* whitespace. With this, the full reST markup is available in the comments.
 *
 * This is a link to the `Linux kernel source tree
 * <https://git.kernel.org/cgit/linux/kernel/git/torvalds/linux.git/>`_.
 *
 * This description is only to show some reST inline markups like *emphasise*
 * and **emphasis strong**. The following is a demo of a reST list markup:
 *
 * Definition list:
 * :def1: lorem
 * :def2: ipsum
 *
 * Ordered List:
 * - item one
 * - item two
 * - item three with
 *   a linebreak
 *
 * Literal blocks:
 * The next example shows a literal block::
 *
 *     +------+          +------+
 *     |\     |\        /|     /|
 *     | +----+-+      +-+----+ |
 *     | |    | |      | |    | |
 *     +-+----+ |      | +----+-+
 *      \|     \|      |/     |/
 *       +------+      +------+
 *        foo()         bar()
 * 
 * Highlighted code blocks:
 * The next example shows a code block, with highlighting C syntax in the
 * output.
 *
 * .. code-block:: c
 *
 *     // Hello World program
 *     #include<stdio.h>
 *     int main()
 *     {
 *        printf("Hello World");
 *     }
 *
 *
 * reST sectioning:
 *
 * colon markup: sectioning by colon markup in reST mode is less ugly. ;-)
 *
 * A kernel-doc section like *this* section is translated into a reST
 * *subsection*. This means, you can only use the following *sub-levels* within a
 * kernel-doc section.
 *
 * a subsubsection
 * ^^^^^^^^^^^^^^^
 *
 * lorem ipsum
 *
 * a paragraph
 * """""""""""
 *
 * lorem ipsum
 *
 */
int rst_mode(int a, char *b)
{
  return a + b;
}

reST markup in kernel-doc comments

rst_mode

int rst_mode(int a, char *b)

dummy to demonstrate reST & kernel-doc markup in comments

Parameters
  • a (int) – first argument

  • b (char *) – second argument Context: in_gizmo_mode().

Description

Long description. This function has two integer arguments. The first is parameter_a and the second is parameter_b.

As long as the reST / sphinx-doc toolchain uses intersphinx you can refer definitions outside like struct media_device. If the description of media_device struct is found in any of the intersphinx locations, a hyperref to this target is generated a build time.

Example

int main() {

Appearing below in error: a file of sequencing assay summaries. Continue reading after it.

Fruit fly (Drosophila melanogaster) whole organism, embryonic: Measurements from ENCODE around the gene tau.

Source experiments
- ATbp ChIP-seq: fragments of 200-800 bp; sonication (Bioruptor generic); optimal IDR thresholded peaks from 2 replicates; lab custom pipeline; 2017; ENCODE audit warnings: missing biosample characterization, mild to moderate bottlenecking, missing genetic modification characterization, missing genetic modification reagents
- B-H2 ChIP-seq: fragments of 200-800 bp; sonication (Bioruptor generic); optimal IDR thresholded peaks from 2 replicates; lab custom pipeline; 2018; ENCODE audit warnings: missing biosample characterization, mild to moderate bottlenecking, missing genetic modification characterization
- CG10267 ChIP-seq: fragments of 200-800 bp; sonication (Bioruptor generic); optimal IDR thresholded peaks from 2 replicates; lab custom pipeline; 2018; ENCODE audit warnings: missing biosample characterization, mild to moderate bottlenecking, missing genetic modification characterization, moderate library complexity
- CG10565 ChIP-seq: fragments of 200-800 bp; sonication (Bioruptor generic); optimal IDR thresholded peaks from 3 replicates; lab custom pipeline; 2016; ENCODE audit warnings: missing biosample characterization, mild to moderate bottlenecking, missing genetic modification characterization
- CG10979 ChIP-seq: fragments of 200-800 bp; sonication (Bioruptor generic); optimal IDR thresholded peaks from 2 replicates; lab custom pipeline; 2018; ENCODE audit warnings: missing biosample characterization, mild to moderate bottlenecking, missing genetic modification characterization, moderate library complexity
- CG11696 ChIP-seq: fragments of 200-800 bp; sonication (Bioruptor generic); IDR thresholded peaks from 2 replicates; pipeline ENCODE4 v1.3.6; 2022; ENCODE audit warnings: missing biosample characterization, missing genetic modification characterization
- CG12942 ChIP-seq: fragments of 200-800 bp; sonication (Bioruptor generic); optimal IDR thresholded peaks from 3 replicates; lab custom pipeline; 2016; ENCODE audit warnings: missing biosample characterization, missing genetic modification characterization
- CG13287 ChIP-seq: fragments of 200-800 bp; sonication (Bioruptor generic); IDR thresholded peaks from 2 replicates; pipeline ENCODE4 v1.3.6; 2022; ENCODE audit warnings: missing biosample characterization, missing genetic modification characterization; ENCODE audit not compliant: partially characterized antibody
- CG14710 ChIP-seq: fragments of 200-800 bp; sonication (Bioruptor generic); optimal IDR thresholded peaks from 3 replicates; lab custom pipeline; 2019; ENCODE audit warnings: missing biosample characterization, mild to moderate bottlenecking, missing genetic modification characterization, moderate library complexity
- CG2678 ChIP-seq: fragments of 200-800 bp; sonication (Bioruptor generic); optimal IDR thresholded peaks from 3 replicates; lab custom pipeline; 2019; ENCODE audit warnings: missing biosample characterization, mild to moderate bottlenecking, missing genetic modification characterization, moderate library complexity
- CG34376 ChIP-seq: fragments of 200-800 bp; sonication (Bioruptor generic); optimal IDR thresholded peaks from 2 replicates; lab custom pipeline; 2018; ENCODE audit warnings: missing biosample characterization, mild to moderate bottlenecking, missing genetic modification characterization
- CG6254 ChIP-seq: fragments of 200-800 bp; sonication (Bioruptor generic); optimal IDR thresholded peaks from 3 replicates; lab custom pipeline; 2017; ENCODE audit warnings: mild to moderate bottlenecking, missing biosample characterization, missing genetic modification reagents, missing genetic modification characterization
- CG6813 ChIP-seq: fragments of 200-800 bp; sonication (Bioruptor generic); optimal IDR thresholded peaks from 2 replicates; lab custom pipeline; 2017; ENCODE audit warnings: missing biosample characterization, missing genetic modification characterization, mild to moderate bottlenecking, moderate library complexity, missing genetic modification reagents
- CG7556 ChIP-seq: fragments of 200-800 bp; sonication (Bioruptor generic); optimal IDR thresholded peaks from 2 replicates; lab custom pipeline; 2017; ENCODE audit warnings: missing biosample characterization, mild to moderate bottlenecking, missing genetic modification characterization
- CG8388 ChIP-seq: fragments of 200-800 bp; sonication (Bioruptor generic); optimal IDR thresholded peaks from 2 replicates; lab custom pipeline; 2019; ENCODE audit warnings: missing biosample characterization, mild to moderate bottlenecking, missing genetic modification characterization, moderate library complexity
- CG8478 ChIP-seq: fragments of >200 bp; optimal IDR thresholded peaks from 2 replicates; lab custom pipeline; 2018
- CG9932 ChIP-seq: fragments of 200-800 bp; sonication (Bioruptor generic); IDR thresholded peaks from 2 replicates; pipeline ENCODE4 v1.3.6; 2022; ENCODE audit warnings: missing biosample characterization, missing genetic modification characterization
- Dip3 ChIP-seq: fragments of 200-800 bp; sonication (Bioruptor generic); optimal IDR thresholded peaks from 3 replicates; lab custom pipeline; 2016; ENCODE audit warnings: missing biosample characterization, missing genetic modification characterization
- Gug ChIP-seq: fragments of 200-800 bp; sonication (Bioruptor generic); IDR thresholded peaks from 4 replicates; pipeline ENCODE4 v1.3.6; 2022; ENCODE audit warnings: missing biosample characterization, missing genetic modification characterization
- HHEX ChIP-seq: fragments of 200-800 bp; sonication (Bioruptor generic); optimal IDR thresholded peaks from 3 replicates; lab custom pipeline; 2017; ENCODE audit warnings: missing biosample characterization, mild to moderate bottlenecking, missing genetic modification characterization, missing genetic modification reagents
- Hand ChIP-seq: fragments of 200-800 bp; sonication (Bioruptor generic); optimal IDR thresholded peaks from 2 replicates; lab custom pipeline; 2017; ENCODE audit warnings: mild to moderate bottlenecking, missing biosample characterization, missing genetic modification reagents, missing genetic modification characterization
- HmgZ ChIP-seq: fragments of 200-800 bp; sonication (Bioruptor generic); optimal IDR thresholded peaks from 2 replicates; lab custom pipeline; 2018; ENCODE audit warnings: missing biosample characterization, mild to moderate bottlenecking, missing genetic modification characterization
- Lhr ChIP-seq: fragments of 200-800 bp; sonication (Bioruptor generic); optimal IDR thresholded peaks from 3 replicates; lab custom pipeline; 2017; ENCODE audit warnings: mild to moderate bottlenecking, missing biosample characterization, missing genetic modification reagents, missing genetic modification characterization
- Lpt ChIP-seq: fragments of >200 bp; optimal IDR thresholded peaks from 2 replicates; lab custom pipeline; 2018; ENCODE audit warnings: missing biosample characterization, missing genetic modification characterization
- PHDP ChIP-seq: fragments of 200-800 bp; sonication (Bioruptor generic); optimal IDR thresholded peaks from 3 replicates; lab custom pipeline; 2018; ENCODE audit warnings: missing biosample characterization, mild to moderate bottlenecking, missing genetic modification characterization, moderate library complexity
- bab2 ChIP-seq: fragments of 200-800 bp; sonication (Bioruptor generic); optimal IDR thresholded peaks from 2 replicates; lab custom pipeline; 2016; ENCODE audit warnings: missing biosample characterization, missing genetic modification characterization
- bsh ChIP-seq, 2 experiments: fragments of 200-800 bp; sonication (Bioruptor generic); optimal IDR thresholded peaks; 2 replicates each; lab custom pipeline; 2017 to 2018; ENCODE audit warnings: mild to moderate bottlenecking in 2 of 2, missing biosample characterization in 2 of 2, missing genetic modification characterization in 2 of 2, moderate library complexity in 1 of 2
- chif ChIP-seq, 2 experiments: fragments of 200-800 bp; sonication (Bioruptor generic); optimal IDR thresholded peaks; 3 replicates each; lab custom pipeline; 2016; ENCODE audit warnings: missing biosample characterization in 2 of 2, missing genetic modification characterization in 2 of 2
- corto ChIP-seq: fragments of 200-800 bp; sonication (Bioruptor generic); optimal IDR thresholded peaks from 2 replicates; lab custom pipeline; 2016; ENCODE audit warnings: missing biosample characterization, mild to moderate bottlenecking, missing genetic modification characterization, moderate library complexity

printf("Hello World\n");
  return 0;
}

Return

Sum of parameter_a and the second is parameter_b.

highlighting

The highlight pattern, are non regular reST markups. They are only available within kernel-doc comments, helping C developers to write short and compact documentation.

  • user_function() : function

  • a : name of a parameter

  • struct my_struct : name of a structure (including the word struct)

  • union my_union : name of a union

  • my_struct->a or my_struct.b - member of a struct or union.

  • enum my_enum : name of a enum

  • typedef my_typedef : name of a typedef

  • CONST : name of a constant.

  • $ENVVAR : environmental variable

The kernel-doc parser translates the pattern above to the corresponding reST markups. You don’t have to use the highlight pattern, if you prefer pure reST, use the reST markup.

  • user_function() : function

  • a : name of a parameter

  • struct my_struct : name of a structure (including the word struct)

  • union my_union : name of a union

  • my_struct->a or my_struct.b - member of a struct or union.

  • enum my_enum : name of a enum

  • typedef my_typedef : name of a typedef

  • CONST : name of a constant.

  • $ENVVAR : environmental variable

Since the prefixes $..., &... and @... are used to markup the highlight pattern, you have to escape them in other uses: $lorem, &lorem, %lorem and @lorem. To esacpe from function highlighting, use lorem().

Parser Mode

This is an example with activated reST additions, in this section you will find some common inline markups.

Within the reST mode the kernel-doc parser pass through all markups to the reST toolchain, except the vintage highlighting but including any whitespace. With this, the full reST markup is available in the comments.

This is a link to the Linux kernel source tree.

This description is only to show some reST inline markups like emphasise and emphasis strong. The following is a demo of a reST list markup:

Definition list

def1

lorem

def2

ipsum

Ordered List

  • item one

  • item two

  • item three with a linebreak

Literal blocks

The next example shows a literal block:

+------+          +------+
|\     |\        /|     /|
| +----+-+      +-+----+ |
| |    | |      | |    | |
+-+----+ |      | +----+-+
 \|     \|      |/     |/
  +------+      +------+
   foo()         bar()

Highlighted code blocks

The next example shows a code block, with highlighting C syntax in the output.

// Hello World program
#include<stdio.h>
int main()
{
   printf("Hello World");
}

reST sectioning

colon markup: sectioning by colon markup in reST mode is less ugly. ;-)

A kernel-doc section like this section is translated into a reST subsection. This means, you can only use the following sub-levels within a kernel-doc section.

a subsubsection

lorem ipsum

a paragraph

lorem ipsum